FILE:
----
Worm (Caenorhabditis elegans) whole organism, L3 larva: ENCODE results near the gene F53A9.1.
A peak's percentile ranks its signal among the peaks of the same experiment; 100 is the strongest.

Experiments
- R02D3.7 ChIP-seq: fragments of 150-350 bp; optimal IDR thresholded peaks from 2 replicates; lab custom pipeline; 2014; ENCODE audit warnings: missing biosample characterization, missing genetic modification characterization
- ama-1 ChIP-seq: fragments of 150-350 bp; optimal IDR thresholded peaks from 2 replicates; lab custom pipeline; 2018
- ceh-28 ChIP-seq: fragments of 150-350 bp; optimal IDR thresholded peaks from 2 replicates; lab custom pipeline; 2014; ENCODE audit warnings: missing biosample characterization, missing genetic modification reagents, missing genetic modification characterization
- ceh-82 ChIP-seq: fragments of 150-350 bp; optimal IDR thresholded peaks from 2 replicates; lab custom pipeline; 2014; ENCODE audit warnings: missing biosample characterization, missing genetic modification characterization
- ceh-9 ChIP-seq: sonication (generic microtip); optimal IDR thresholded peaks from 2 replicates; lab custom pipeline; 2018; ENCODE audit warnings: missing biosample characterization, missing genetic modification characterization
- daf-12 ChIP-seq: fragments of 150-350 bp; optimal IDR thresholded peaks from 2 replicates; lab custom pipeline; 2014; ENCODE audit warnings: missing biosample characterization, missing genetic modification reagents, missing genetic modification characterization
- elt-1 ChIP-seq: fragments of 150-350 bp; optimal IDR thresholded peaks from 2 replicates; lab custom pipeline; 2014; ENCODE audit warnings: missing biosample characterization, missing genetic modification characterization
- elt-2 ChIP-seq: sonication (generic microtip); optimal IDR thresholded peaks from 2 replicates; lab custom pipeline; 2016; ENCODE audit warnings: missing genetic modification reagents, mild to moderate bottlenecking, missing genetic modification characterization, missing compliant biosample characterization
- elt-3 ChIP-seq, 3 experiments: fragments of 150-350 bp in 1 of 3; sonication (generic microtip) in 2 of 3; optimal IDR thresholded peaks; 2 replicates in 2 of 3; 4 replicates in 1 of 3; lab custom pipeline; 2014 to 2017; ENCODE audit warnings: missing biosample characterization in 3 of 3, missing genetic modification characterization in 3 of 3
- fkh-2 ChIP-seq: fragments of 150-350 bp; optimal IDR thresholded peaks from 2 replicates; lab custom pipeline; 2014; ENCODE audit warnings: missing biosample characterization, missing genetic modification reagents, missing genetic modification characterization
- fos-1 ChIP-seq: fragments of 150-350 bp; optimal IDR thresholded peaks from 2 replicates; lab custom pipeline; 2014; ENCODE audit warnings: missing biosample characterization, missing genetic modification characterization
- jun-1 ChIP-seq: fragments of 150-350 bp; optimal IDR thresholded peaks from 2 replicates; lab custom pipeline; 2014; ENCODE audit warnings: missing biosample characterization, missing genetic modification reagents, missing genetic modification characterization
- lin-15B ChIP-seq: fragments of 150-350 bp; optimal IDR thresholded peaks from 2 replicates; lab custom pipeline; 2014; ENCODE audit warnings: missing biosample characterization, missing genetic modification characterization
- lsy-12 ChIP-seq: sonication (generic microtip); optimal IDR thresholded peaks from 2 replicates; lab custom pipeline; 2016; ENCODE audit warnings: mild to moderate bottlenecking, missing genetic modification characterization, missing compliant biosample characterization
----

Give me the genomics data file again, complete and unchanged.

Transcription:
Worm (Caenorhabditis elegans) whole organism, L3 larva: ENCODE results near the gene F53A9.1.
A peak's percentile ranks its signal among the peaks of the same experiment; 100 is the strongest.

Experiments
- R02D3.7 ChIP-seq: fragments of 150-350 bp; optimal IDR thresholded peaks from 2 replicates; lab custom pipeline; 2014; ENCODE audit warnings: missing biosample characterization, missing genetic modification characterization
- ama-1 ChIP-seq: fragments of 150-350 bp; optimal IDR thresholded peaks from 2 replicates; lab custom pipeline; 2018
- ceh-28 ChIP-seq: fragments of 150-350 bp; optimal IDR thresholded peaks from 2 replicates; lab custom pipeline; 2014; ENCODE audit warnings: missing biosample characterization, missing genetic modification reagents, missing genetic modification characterization
- ceh-82 ChIP-seq: fragments of 150-350 bp; optimal IDR thresholded peaks from 2 replicates; lab custom pipeline; 2014; ENCODE audit warnings: missing biosample characterization, missing genetic modification characterization
- ceh-9 ChIP-seq: sonication (generic microtip); optimal IDR thresholded peaks from 2 replicates; lab custom pipeline; 2018; ENCODE audit warnings: missing biosample characterization, missing genetic modification characterization
- daf-12 ChIP-seq: fragments of 150-350 bp; optimal IDR thresholded peaks from 2 replicates; lab custom pipeline; 2014; ENCODE audit warnings: missing biosample characterization, missing genetic modification reagents, missing genetic modification characterization
- elt-1 ChIP-seq: fragments of 150-350 bp; optimal IDR thresholded peaks from 2 replicates; lab custom pipeline; 2014; ENCODE audit warnings: missing biosample characterization, missing genetic modification characterization
- elt-2 ChIP-seq: sonication (generic microtip); optimal IDR thresholded peaks from 2 replicates; lab custom pipeline; 2016; ENCODE audit warnings: missing genetic modification reagents, mild to moderate bottlenecking, missing genetic modification characterization, missing compliant biosample characterization
- elt-3 ChIP-seq, 3 experiments: fragments of 150-350 bp in 1 of 3; sonication (generic microtip) in 2 of 3; optimal IDR thresholded peaks; 2 replicates in 2 of 3; 4 replicates in 1 of 3; lab custom pipeline; 2014 to 2017; ENCODE audit warnings: missing biosample characterization in 3 of 3, missing genetic modification characterization in 3 of 3
- fkh-2 ChIP-seq: fragments of 150-350 bp; optimal IDR thresholded peaks from 2 replicates; lab custom pipeline; 2014; ENCODE audit warnings: missing biosample characterization, missing genetic modification reagents, missing genetic modification characterization
- fos-1 ChIP-seq: fragments of 150-350 bp; optimal IDR thresholded peaks from 2 replicates; lab custom pipeline; 2014; ENCODE audit warnings: missing biosample characterization, missing genetic modification characterization
- jun-1 ChIP-seq: fragments of 150-350 bp; optimal IDR thresholded peaks from 2 replicates; lab custom pipeline; 2014; ENCODE audit warnings: missing biosample characterization, missing genetic modification reagents, missing genetic modification characterization
- lin-15B ChIP-seq: fragments of 150-350 bp; optimal IDR thresholded peaks from 2 replicates; lab custom pipeline; 2014; ENCODE audit warnings: missing biosample characterization, missing genetic modification characterization
- lsy-12 ChIP-seq: sonication (generic microtip); optimal IDR thresholded peaks from 2 replicates; lab custom pipeline; 2016; ENCODE audit warnings: mild to moderate bottlenecking, missing genetic modification characterization, missing compliant biosample characterization